Sun Jun 12 07:03:26 EDT 2005

Dates and crusades

A fascinating story: someone is said to have sprouted a date seed unearthed at Masada, from a date eaten during the siege there almost 2,000 years ago. It appears that 500-year-old seeds had been sprouted in England, and 1200-year old seeds in China, but this would be the first 2,000-year-old seed.

The dates of ancient Judea were famous, but they've since disappeared, so if the tree is female and it continues to do well maybe we'll see what the fame was about. Which brings us to one of the mysteries of history, and of Times historiography: when did the dates of Judea disappear? At the beginning of the story the guy says they were "destroyed by the crusaders," [why? just because they were evil?] but by the end it appears they were "destroyed before the Middle Ages," and thus long before the Crusades.

Since I'm a bit of a hothead, I decided to write the Times about it. My letter:

Dear Mr. Calame,

At the beginning of Mr. Erlanger's piece today on the sprouting of a 2,000-year-old date seed he says the dates of Judea were "destroyed by the Crusaders," but by the end he's saying they were "destroyed before the Middle Ages," and thus long before the Crusades.

This might seem a minor inconsistency, but (1) the story's surprising enough to raise some doubts, so the reader needs assurance that Mr. Erlanger and the editors are at least thinking about what they're writing, (2) the Crusades are relevant to current events, so a well-informed journalist who writes about the Middle East should be very familiar with their approximate dates (no pun intended!), and (3) the claim the Crusaders destroyed the date palms is a bit surprising, and passing it on in direct contradiction to something else in the story may lend color to complaints about the Times' anti-Christian bias.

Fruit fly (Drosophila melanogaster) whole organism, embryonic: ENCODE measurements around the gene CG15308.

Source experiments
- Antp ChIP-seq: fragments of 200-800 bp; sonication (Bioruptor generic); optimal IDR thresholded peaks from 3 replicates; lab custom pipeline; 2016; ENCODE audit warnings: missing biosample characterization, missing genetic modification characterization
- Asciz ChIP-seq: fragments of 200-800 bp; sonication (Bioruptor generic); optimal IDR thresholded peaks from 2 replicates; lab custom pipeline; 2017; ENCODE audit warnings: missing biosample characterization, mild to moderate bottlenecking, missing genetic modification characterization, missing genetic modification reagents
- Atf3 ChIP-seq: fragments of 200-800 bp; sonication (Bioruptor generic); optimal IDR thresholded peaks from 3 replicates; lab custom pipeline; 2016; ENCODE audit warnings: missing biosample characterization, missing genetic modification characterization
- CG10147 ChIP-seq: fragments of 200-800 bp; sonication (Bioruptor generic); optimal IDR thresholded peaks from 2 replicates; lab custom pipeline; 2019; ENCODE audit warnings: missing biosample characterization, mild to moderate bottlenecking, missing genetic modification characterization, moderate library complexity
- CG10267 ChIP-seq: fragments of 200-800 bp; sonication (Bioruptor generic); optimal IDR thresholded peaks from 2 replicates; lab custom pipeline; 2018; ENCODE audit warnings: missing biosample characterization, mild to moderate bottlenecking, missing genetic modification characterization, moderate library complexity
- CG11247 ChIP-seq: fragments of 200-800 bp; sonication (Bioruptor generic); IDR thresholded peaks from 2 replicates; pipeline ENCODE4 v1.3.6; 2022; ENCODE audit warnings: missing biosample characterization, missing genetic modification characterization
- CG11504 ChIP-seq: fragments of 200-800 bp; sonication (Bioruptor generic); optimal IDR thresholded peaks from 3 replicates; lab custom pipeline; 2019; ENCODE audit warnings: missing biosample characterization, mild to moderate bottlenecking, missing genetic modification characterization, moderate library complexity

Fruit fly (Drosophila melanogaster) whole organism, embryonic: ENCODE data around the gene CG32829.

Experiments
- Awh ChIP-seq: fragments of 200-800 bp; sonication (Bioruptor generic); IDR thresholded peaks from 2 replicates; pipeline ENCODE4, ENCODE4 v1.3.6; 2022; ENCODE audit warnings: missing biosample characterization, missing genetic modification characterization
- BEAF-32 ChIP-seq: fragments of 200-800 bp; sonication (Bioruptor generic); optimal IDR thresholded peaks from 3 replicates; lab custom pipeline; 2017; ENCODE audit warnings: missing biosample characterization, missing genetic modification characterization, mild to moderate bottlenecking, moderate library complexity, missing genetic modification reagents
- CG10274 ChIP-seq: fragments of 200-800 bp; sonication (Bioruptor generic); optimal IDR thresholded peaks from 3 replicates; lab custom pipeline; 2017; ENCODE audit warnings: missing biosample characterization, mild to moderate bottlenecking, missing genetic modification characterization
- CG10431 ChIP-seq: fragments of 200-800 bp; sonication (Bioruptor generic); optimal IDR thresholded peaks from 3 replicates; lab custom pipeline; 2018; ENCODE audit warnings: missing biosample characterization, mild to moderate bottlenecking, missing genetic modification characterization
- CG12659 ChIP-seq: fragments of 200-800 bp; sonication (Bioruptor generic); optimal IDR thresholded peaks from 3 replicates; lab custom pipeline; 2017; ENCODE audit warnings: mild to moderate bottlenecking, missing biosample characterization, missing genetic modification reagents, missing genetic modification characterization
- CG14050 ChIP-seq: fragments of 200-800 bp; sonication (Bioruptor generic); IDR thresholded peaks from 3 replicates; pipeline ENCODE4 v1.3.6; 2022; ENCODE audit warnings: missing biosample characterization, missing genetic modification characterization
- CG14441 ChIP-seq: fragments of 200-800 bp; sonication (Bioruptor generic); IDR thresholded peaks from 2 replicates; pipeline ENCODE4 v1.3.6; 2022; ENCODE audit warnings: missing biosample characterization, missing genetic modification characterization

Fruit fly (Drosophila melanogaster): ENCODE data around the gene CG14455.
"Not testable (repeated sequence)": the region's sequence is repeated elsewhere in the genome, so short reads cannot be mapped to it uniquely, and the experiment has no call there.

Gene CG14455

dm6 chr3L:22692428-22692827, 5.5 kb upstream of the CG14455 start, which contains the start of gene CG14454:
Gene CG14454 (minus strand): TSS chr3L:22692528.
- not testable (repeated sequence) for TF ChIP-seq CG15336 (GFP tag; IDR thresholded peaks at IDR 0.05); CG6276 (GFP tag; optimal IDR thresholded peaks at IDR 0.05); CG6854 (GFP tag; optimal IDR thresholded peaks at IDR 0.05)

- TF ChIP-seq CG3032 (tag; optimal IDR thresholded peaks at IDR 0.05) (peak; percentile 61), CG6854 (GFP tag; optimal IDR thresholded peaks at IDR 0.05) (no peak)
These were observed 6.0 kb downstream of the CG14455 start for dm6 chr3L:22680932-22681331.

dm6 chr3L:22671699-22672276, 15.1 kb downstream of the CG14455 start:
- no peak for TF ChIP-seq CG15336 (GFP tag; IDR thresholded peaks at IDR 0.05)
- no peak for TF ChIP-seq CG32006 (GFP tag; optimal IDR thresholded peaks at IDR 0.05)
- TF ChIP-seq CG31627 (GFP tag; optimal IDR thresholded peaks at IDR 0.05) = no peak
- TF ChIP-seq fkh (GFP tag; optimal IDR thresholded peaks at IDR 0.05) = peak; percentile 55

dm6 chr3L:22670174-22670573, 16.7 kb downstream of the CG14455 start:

UPDATE: I heard back from the Times:

Dear Mr. Kalb,

Thanks for writing and sorry for the delayed response. In case you missed it, this correction ran today:

Correction: June 15, 2005, Wednesday An article on Sunday about the successful germination of a 2,000-year-old date seed by Israeli doctors and scientists referred incorrectly to the Koran's mentions of the date palm. They were to the tree in general, not to the date palm of Judea. The article also misstated the timing of the Crusades, when the date palms of Judea were destroyed. The Crusades took place during the Middle Ages, not before.

Joe Plambeck
Office of the Public Editor
The New York Times

My response:
Dear Mr. Plambeck,

Thanks much for the response.

The assertion that "the crusaders destroyed the date palms" still seems odd:

1. A conqueror, would-be conqueror or occupier wouldn't intentionally reduce the economic value of land.

2. Trees were commonly destroyed in the course of pre-modern military operations, especially sieges. Still, would that really extend to all trees of a certain type over such a large region?